Taking Charge of Content


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Access to simple tools empowers us to mix and mash, blog, and mesh. We create content on our terms and share the results with social networks we have chosen to join based on common interests and expertise. What's more, the proliferation of social networks means we benefit from an abundance of choice. From Facebook to LinkedIn, we have the freedom to belong to any number of networks. But that freedom has limits.

Social network sites push the envelope when it comes to encouraging interaction, but they are far from "open." To the contrary, these centralized networks essentially create data silos and lock users into the equivalent of a proprietary walled garden. We create content, contacts, and collaboration, but can't take the data with us. Nor can we connect our social networks atwill to watch people and ideas bump, connect, and bubble up. We may own the copyright of our digital content, but we need new functionality to make sure the content we create belongs to us, not the social networking companies that run the portals we use.

To take social networks to the next level, the industry needs new APIs and techniques to connect social networks into a new kind of social web. There are already those working towards that end. Macromedia founder Marc Canter's current company, Broadband Mechanics, is deliciously disruptive and determined to leave an indelible mark on the industry.

Designed from the ground up to unleash users and their content, the company aims to interconnect the world's social networks and ultimately create a meshed universe of infinite social networks. Canter envisions as many networks as there are people, to match each individual's multi-faceted personal and professional personae.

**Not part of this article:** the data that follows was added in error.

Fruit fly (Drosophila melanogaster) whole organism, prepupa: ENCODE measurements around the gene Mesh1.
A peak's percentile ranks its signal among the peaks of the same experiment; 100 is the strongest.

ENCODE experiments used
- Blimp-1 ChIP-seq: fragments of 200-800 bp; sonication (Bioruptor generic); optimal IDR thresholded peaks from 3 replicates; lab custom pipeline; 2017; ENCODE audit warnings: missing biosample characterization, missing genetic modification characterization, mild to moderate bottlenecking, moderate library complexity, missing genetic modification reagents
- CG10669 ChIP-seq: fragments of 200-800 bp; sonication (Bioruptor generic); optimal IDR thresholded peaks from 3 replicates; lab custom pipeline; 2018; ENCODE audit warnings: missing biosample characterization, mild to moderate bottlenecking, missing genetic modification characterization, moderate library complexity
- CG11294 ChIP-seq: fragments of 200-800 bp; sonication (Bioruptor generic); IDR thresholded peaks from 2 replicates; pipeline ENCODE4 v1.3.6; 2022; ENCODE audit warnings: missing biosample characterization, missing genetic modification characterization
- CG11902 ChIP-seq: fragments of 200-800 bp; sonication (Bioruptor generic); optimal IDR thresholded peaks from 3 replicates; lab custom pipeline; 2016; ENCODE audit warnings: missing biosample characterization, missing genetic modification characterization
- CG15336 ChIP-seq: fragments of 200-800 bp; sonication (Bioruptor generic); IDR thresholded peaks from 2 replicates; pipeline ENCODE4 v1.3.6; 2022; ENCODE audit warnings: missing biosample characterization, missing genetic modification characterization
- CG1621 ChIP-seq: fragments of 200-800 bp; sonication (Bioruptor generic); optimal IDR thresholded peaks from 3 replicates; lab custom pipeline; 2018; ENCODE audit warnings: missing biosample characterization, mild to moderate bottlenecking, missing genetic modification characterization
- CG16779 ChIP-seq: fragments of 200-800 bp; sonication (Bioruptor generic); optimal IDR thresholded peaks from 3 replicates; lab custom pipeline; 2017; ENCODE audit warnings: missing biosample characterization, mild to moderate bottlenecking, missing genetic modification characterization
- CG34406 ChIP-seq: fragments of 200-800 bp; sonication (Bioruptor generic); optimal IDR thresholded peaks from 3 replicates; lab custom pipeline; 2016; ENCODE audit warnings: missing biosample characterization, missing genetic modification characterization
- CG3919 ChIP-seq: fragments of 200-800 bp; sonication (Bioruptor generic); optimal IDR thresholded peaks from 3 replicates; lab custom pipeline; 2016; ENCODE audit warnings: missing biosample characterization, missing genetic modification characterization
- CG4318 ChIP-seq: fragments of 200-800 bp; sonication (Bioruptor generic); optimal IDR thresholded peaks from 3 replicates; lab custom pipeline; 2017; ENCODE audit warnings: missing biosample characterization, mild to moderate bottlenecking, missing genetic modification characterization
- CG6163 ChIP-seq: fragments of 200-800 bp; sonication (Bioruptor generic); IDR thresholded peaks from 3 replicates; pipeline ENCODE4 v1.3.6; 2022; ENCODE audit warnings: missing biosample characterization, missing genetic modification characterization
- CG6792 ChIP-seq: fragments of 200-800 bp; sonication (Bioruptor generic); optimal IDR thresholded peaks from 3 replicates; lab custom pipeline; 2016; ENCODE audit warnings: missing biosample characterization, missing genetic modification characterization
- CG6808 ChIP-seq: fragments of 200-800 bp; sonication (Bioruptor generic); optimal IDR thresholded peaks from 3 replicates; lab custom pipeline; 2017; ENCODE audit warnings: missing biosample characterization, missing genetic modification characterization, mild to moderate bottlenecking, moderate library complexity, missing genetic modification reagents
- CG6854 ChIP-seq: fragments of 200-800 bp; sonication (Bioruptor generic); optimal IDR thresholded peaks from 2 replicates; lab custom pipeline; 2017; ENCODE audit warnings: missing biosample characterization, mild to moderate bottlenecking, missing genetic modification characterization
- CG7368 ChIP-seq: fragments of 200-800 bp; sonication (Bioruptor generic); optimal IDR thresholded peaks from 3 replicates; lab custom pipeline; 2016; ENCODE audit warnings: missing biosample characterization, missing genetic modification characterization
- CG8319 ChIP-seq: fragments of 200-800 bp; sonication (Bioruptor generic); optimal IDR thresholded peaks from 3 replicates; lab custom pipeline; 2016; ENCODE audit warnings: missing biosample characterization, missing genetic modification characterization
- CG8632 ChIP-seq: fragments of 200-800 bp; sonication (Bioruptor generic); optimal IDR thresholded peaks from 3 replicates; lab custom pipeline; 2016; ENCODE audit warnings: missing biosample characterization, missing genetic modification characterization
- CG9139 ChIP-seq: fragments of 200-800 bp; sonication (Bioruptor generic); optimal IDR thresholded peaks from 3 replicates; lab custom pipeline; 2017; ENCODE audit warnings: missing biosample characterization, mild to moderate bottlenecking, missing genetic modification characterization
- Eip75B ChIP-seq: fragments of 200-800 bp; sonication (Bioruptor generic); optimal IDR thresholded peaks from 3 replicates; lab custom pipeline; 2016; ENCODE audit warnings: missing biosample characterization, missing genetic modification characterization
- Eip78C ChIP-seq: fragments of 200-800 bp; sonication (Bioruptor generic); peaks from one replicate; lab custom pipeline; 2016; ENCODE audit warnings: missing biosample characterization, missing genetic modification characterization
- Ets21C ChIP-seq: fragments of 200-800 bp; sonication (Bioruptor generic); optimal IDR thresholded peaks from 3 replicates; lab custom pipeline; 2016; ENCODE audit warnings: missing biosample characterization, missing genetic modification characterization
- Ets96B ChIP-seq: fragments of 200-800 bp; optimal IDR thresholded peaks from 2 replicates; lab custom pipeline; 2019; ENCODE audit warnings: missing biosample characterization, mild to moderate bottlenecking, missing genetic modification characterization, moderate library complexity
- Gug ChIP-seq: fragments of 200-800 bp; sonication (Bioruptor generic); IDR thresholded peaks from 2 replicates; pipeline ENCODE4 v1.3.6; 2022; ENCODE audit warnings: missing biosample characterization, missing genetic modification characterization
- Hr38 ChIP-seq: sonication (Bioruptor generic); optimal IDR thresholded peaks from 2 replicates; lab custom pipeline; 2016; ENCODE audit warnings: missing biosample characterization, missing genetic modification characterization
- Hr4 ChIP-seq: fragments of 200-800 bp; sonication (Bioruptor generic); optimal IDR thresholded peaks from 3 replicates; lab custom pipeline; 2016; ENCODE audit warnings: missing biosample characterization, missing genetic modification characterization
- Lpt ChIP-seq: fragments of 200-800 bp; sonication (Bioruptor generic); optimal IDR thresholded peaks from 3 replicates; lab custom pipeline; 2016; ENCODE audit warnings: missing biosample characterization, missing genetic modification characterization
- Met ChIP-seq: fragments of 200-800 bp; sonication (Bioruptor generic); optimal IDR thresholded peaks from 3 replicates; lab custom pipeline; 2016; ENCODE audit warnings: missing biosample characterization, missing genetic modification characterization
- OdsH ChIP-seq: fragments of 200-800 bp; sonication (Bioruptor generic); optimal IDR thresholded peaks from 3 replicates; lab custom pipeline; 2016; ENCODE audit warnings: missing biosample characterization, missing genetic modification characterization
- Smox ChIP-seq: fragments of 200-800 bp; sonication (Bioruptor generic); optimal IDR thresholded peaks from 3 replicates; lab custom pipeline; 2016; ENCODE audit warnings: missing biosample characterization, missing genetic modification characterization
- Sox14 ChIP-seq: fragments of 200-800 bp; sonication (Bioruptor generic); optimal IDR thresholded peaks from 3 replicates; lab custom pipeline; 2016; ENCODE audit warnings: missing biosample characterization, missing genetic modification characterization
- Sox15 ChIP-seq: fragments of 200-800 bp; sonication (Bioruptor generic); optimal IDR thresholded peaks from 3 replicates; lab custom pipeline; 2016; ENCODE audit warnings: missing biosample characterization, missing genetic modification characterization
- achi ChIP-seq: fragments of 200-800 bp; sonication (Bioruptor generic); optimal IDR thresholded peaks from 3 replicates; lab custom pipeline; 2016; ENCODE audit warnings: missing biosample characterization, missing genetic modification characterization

His mission is to enable the social web by providing the software and open standards necessary to interconnect disparate social networks and blogging tools. "Platforms by definition lock up people's data and content by simply not providing import/export capability," Canter argues. "Social capital is content, user profile data is content, and our own media is content. If my content is locked up in social network and I can't get it out, that's theft."

To free our content—and our minds—Canter has launched PeopleAggregator, a social network web service and social networking tool complete with open APIs to enable users to build their own standalone social networks. Put simply, users of PeopleAggregator can download the code and set up a social network, or choose to let Broadband Mechanics host the network.

To allow users to import and export data and content freely, the system needs an iron-clad authentication system—so Canter has focused his efforts on establishing the PeopleAggregator as an "Identity Hub." The idea, he says, is to support any or all open ID systems that exist and make it possible for users to come to the system and use their username from any of these open ID systems.

By normalizing the namespace and creating a federated identity space, PeopleAggregator paves the way for a whole series of compelling end-user solutions. Of course, success depends on broad vendor support. But that's in reach now that even Microsoft and IBM recognize the importance of federated authentication. Biggies like AOL and Yahoo! are also buying in to the concept of open ID and the vision of a "content mesh." Apple and MySpace have yet to follow suit, but even laggards like these will soon realize openness is inevitable and sits at the core of a sustainable business model.

Next up comes what Canter calls "common actions." This refers to all the things people can do with each other between disparate networks or systems and includes creating a relationship (adding a friend), creating or joining groups, sending messages, and posting content. Granted, the company couldn't squeeze everything into Version 1.0, but it has made an impressive start.

Canter's company has also developed external web services that enable users to mash up and build social networks to suit the spirit of the moment. For example, users could take a Google map, do a search of a specific area, identify like-minded individuals, and then take that search result and spawn off a group from its engine. "You could create the perfect social network down to the smallest detail," he says. Imagine a network of Indian biotech entrepreneurs or San Francisco playwrights. Just goes to prove there are no limits to what users can create—provided they have complete control of their digital content.